Ruri Fadhilah Kurniati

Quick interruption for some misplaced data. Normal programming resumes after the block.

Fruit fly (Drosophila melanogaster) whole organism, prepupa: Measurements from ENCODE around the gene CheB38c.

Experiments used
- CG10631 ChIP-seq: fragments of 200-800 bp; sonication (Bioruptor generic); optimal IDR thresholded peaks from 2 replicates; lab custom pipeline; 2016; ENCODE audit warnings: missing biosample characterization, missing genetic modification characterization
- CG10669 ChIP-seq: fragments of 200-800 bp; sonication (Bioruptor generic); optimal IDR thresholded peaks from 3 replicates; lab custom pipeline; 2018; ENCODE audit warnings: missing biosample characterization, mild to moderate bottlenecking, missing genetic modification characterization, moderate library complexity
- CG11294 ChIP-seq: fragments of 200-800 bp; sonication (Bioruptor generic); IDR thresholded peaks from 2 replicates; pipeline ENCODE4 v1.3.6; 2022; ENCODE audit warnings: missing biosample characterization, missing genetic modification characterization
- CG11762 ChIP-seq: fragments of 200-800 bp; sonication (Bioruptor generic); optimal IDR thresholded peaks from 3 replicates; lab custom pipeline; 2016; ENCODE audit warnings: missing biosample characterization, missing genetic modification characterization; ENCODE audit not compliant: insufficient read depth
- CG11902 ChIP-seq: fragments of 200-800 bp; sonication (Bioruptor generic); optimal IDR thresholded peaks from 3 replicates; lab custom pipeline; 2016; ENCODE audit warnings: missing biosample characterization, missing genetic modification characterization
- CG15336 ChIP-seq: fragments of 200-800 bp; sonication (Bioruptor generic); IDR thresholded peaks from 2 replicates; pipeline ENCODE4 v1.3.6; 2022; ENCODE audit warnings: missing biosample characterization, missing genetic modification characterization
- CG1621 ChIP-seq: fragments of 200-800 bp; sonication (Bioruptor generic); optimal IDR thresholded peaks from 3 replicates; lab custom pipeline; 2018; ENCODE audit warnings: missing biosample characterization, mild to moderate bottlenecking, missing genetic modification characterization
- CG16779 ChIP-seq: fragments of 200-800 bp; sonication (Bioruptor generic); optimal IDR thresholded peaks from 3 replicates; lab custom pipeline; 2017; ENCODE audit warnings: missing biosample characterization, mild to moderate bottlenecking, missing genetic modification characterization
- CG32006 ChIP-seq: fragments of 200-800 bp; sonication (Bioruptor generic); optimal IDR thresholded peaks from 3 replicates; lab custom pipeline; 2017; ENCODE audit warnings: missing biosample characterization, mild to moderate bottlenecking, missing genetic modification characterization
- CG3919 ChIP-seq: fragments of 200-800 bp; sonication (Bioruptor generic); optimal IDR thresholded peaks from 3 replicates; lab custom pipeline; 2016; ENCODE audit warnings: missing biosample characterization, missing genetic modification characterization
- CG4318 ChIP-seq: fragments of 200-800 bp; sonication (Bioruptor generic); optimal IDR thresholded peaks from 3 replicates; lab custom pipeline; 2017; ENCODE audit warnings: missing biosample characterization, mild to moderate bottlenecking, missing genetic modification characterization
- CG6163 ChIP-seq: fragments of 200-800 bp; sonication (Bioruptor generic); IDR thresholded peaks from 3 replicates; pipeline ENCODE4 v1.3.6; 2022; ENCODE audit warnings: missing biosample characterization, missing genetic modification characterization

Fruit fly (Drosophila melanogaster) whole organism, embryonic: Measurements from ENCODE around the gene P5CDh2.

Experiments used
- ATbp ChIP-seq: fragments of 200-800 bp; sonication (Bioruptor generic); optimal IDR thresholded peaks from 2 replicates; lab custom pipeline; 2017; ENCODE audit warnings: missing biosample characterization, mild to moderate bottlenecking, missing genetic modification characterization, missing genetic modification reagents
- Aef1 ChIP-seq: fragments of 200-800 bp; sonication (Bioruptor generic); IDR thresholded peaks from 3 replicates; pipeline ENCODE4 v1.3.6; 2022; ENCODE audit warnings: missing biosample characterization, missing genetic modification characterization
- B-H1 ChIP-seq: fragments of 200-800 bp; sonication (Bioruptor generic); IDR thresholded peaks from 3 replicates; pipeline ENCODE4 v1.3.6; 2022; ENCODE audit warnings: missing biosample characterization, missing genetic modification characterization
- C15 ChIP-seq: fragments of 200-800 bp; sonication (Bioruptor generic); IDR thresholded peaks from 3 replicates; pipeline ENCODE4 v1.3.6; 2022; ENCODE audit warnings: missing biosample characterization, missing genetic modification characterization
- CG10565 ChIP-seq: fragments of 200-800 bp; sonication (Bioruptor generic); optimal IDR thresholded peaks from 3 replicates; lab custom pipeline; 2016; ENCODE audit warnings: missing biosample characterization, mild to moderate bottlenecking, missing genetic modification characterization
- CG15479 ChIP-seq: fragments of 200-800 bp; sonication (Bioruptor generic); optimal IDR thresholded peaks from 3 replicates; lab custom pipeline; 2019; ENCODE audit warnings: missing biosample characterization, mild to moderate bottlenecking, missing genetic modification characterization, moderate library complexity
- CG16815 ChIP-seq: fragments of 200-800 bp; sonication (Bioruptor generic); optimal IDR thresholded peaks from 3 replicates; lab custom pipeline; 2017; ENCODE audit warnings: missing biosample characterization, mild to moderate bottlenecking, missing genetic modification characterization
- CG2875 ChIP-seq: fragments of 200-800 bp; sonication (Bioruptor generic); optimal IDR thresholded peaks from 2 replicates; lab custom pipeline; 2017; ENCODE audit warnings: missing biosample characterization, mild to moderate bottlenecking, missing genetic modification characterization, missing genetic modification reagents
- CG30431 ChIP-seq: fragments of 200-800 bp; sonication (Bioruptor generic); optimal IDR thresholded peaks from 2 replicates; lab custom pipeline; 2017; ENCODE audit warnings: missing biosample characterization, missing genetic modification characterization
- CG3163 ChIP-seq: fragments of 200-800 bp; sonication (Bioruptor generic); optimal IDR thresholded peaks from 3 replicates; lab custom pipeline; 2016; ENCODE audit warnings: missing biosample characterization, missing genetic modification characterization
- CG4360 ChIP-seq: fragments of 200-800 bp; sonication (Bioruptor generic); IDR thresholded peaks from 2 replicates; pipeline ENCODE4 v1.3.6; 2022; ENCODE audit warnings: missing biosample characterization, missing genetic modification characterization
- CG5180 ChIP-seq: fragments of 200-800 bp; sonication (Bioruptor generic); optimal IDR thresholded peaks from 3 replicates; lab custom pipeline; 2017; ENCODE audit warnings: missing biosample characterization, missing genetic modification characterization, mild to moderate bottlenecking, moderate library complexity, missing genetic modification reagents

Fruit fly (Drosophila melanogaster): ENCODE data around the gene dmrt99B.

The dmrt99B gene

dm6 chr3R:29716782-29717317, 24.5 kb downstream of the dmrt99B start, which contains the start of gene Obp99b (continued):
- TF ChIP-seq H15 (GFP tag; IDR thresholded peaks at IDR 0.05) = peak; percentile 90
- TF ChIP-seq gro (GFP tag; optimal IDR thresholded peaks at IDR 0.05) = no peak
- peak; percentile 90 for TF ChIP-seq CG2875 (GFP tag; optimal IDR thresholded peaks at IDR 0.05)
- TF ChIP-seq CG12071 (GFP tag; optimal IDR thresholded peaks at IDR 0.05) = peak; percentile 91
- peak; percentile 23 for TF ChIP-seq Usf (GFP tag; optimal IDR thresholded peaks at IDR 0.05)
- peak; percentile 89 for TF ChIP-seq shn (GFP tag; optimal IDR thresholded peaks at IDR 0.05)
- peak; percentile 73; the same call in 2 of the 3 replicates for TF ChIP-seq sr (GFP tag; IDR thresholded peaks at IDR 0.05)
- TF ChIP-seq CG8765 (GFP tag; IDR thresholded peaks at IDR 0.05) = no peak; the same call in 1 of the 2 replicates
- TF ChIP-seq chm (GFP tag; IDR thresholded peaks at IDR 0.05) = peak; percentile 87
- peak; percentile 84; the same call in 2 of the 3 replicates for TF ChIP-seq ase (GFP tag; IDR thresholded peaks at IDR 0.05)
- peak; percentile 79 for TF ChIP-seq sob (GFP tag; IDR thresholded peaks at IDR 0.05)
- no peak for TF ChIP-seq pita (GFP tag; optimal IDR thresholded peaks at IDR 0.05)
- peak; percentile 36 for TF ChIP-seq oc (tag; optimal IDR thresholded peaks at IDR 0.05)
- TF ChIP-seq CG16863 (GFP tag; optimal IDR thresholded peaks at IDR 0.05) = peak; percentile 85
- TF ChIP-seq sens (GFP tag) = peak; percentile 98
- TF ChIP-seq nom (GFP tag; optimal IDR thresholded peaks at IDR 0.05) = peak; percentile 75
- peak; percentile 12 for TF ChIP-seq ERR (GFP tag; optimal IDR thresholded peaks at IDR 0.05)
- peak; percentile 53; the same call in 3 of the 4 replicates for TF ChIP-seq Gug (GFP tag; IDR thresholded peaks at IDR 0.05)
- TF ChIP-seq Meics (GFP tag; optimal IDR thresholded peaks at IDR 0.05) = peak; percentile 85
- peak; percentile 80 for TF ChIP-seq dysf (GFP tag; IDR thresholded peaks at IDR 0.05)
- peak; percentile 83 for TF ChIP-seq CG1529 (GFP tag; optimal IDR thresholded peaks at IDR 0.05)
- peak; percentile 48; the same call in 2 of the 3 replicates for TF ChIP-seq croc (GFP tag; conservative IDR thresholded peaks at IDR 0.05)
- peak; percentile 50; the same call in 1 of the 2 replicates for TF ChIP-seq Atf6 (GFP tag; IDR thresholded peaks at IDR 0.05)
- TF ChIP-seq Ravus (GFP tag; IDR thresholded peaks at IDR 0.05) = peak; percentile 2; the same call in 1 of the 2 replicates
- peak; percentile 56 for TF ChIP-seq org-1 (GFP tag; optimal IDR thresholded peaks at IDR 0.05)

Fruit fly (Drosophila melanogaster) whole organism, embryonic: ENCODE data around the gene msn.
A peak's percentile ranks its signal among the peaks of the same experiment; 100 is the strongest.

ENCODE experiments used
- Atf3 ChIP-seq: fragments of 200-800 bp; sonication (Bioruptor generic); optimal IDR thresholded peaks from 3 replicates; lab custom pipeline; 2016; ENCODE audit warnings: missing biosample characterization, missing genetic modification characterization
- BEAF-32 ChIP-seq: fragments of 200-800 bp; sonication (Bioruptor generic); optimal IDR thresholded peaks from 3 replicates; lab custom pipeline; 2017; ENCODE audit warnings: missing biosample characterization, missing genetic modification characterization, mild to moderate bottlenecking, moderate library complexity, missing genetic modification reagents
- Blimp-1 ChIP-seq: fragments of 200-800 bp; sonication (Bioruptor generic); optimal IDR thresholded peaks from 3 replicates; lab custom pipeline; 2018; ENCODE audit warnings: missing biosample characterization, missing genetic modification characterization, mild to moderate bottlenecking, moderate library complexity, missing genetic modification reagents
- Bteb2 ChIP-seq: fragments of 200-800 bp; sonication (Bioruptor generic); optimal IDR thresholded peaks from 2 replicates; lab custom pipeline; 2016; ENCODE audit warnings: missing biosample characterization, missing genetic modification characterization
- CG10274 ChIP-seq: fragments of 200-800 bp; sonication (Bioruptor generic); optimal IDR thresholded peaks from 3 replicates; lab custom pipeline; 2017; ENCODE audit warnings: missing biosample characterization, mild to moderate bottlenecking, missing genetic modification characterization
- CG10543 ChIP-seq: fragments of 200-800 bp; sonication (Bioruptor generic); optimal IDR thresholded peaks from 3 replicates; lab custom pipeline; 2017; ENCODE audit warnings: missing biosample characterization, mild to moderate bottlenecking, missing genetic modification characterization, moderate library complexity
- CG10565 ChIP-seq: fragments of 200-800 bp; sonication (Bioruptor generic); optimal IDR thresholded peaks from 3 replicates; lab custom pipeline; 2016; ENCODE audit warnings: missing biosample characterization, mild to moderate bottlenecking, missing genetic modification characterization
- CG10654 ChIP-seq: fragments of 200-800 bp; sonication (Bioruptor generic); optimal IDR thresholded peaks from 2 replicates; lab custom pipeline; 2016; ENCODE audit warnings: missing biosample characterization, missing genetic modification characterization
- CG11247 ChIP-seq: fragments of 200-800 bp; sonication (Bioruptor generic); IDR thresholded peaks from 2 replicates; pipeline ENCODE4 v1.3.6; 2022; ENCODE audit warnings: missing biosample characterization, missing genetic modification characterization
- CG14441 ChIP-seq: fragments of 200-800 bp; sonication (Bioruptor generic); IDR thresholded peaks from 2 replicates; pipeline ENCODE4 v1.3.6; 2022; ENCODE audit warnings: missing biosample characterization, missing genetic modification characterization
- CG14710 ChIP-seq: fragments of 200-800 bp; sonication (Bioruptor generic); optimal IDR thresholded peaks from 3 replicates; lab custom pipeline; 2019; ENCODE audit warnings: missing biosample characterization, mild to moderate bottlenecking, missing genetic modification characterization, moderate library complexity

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This study investigates how conjunctions are used for organizing ideas in abstracts of linguistics and literature theses written by undergraduate students of English Department in an Indonesian university. It also reveals the similarities in the ways conjunctions being used in the abstracts. It employs descriptive qualitative design to examine 82 abstracts which have been collected from 41 linguistics and 41 literature theses. The abstracts are analyzed by classifying and calculating the use of conjunctions using conjunctions taxonomy proposed by Halliday and Matthiessen (2014). The study finds that six abstracts do not apply conjunctions. While the rest use the three types of conjunctions: elaboration, extension, and enhancement. Elaborating conjunctions are used appropriately, whereas extending and enhancing conjunctions are partly inappropriately. Two kinds of inappropriate uses of conjunctions are misuse and overuse. The use of conjunctions in abstracts of linguistics and literature theses is quite similar in the ways they are used and total number of their uses. Certain conjunctions are present in the abstracts, while the others are inexistent. Both kinds of abstracts mostly use extending conjunctions, more especially positive additives. It can be concluded that the use of conjunctions varies in terms of their appropriateness. Inappropriate uses of conjunctions evince that EFL (English as a foreign language) learners had difficulty in using conjunctions in their writing. The students whose abstracts do not apply conjunctions connected the ideas in their abstracts using words and/or phrases which are excluded in the theoretical framework of this study. More similarities than differences in the ways conjunctions being used in the two kinds of abstracts prove that students from the same department of study had the same discourses.

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